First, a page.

Water Study Says Payson Needs Are 'Most Immediate'


A study released yesterday by ThinkAZ, a nonpartisan think tank based in Phoenix, warns both rural Arizonans and political leaders to balance growth with water availability.The report presents case studies of the towns of Payson, Buckeye, and Prescott Valley, and their respective ability to meet their citizens' water needs now and in the future.

"Of the three communities we studied, Payson's needs are the most immediate," said Rita Maguire, president and chief executive officer of ThinkAZ, and the principle author of the analysis. "Payson is dangerously close to overspending its existing resources, and needs to fill the supply gap."

Payson lacks the authority to institute local regulatory programs; therefore, residential development continues without assurance of a long-term water supply.Another complication is the natural geology of the area.The fractured bedrock system makes it extremely difficult to locate and use groundwater.

The study concluded that Payson's best hope lies in acquiring rights to at least 3,000 acre feet of annual water supplies from the Blue Ridge Reservoir, which is dependent upon on-going discussions with Salt River Project, the Navajo Nation and others.

In addition to local water conservation programs and the exploration for untapped groundwater supplies, the analysis recommends four steps to ensure future water supplies in Payson: 1) improve the town's authority and ability to ensure water adequacy for new residential development;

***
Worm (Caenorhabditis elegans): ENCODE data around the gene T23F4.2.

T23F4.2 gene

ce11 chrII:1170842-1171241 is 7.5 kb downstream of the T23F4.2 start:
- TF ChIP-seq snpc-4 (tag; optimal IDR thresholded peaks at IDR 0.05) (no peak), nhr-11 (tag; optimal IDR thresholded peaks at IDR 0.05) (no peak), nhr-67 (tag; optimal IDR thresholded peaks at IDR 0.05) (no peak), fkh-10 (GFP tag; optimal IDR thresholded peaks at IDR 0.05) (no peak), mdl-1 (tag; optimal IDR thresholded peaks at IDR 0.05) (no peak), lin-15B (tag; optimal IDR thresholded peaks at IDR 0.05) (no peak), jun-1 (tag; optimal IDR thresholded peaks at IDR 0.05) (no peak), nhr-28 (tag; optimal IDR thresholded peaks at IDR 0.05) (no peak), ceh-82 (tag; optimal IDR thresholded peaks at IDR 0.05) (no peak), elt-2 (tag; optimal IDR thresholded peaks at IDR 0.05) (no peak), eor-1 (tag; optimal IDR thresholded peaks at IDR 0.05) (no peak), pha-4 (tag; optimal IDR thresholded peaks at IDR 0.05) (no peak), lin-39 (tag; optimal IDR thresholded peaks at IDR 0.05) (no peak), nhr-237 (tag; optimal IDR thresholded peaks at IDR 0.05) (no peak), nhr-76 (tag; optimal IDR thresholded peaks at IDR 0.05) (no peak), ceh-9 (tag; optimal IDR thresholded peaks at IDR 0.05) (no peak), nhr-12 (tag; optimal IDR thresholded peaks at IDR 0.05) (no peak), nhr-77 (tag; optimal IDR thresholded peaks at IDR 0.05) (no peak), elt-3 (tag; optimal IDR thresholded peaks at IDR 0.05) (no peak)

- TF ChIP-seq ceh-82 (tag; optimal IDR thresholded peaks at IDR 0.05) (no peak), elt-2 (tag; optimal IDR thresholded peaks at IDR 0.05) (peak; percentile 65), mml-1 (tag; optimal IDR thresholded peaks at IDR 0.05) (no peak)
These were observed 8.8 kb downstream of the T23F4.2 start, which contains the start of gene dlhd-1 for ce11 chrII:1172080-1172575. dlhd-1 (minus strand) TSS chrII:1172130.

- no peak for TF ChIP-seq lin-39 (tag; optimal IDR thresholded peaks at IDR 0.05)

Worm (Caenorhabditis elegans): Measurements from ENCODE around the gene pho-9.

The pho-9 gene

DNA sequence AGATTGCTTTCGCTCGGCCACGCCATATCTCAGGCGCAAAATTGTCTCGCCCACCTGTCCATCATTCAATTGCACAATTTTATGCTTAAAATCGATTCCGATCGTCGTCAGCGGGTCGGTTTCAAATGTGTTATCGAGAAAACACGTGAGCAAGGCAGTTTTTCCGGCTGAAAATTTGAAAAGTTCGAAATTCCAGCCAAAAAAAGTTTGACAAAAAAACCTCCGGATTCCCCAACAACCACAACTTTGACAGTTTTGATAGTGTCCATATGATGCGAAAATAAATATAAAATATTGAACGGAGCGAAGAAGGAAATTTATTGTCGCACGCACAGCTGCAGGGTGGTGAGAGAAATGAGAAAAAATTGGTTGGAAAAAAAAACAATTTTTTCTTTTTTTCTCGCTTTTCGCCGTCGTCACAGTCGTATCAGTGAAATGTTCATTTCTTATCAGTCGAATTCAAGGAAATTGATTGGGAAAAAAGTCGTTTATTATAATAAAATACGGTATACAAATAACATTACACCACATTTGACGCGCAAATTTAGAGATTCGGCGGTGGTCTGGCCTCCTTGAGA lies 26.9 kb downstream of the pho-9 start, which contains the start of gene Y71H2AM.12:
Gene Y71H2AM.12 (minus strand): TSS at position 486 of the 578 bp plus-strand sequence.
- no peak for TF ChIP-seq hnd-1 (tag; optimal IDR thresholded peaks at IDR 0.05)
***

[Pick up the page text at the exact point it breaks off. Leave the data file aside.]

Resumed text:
2) limit the construction of new domestic wells (that are exempt) in the area;

3) promote regional water management with surrounding communities; and,

4) be prepared to limit residential growth if additional water supplies are not found.

The analysis notes that past actions by the state's policymakers and professional water managers have established a solid foundation for protecting and managing the state's water supplies. However, greater regional cooperation, additional regulatory authority at the local and state levels of government, and more technical information about the state's underground water supplies will be needed to cope with an increasing population.

"An expert, independent voice needs to play a greater role in local growth decisions related to the availability of water," Maguire said."An expanded role for the Arizona Department of Water Resources is in order.Additional empowerment and funding for this organization would serve Arizonans well."

If growth continues without new water supplies, residents of towns like Payson will be faced with chronic water shortages. But if civic leaders choose to limit growth, they risk exacerbating the existing affordable housing problem.

"Pressure to allow residential development sets up a difficult dynamic for local leaders," Maguire said.
"However, responsible leadership calls for the ability to consider the big picture.In Arizona, that means responsible water planning."

The report was written by three of Arizona's leading water experts: Rita Maguire, Herb Dishlip and Michael J. Pearce. Maguire was director of the Arizona Department of Water Resources from 1993-2001. Dishlip worked at the Arizona Department of Water Resources for 22 years. He is the president of Dishlip Consulting. Pearce served as chief legal counsel for the Arizona Department of Water Resources from 1995 through 2002. The full report can be found on ThinkAZ's website at www.thinkaz.org.

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